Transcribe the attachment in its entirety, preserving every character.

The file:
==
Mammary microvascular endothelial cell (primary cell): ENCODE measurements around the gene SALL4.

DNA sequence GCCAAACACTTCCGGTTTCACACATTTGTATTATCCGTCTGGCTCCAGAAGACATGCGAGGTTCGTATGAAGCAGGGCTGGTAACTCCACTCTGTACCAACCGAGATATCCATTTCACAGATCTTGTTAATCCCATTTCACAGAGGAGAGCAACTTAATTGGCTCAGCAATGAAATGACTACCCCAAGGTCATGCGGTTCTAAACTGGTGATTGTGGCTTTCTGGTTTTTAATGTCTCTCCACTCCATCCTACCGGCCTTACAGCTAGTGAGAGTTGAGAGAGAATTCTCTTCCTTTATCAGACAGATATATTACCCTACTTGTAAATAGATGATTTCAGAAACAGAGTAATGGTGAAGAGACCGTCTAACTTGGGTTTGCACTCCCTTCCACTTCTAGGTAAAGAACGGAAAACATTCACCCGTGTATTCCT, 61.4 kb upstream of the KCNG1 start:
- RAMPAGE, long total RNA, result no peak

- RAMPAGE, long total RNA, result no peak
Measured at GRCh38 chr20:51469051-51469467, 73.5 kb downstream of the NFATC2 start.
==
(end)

Mammary microvascular endothelial cell (primary cell): ENCODE measurements around the gene SALL4.

DNA sequence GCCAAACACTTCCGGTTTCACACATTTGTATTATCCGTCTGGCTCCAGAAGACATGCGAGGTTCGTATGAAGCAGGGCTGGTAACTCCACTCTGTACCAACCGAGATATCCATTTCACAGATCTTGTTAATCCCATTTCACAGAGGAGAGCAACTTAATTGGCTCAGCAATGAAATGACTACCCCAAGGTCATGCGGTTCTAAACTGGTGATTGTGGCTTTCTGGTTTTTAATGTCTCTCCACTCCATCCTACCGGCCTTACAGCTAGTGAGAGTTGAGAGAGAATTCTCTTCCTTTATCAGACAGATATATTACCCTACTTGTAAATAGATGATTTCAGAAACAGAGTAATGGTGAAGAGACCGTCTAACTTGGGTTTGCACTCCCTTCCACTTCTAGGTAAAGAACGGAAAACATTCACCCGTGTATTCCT, 61.4 kb upstream of the KCNG1 start:
- RAMPAGE, long total RNA, result no peak

- RAMPAGE, long total RNA, result no peak
Measured at GRCh38 chr20:51469051-51469467, 73.5 kb downstream of the NFATC2 start.